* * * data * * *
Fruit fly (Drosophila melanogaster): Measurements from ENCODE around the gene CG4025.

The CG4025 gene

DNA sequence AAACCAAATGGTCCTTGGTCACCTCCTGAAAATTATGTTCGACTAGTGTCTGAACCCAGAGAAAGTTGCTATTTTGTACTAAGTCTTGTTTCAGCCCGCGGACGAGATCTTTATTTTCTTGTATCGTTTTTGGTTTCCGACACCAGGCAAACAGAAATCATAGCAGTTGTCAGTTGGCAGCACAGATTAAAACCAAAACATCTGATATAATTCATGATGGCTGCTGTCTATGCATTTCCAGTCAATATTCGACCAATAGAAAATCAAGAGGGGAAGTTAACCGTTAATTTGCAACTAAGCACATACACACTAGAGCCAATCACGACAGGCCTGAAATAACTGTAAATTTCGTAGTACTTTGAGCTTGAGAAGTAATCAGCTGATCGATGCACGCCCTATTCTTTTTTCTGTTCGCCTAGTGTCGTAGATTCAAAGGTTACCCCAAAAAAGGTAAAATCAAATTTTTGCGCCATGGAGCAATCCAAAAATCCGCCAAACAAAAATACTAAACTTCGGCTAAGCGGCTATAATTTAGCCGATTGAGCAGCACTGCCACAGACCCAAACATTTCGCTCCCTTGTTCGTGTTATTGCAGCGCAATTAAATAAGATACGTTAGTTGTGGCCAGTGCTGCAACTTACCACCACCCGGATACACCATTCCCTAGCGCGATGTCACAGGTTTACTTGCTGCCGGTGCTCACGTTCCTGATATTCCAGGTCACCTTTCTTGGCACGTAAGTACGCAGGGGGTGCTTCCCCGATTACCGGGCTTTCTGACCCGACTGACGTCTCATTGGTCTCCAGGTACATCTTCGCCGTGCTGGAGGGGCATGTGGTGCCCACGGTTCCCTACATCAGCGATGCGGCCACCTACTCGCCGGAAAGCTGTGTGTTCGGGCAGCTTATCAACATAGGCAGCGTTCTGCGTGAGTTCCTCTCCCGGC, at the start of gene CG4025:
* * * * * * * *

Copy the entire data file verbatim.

Fruit fly (Drosophila melanogaster): Measurements from ENCODE around the gene CG4025.

The CG4025 gene

DNA sequence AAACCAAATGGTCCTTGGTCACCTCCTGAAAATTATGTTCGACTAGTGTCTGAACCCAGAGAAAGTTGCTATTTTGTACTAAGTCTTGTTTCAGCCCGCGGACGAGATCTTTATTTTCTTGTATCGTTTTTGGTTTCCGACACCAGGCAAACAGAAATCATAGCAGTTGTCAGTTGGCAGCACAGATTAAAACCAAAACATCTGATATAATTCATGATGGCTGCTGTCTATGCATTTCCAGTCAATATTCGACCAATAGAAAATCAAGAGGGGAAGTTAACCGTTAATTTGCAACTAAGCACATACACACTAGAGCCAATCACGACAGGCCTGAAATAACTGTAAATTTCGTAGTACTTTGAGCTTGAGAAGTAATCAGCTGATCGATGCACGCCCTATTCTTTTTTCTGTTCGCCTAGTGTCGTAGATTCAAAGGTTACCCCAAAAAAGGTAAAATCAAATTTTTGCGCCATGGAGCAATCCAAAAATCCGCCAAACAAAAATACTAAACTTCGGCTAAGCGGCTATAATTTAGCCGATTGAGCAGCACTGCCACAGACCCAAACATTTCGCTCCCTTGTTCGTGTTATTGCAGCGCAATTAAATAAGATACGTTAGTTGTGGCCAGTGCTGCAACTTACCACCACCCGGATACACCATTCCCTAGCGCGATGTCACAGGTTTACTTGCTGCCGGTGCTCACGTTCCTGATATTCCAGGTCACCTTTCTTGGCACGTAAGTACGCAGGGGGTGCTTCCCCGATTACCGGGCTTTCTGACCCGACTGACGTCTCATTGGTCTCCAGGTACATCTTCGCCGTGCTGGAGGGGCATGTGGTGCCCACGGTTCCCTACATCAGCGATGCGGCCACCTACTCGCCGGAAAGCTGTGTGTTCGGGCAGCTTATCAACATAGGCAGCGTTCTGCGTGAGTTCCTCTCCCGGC, at the start of gene CG4025: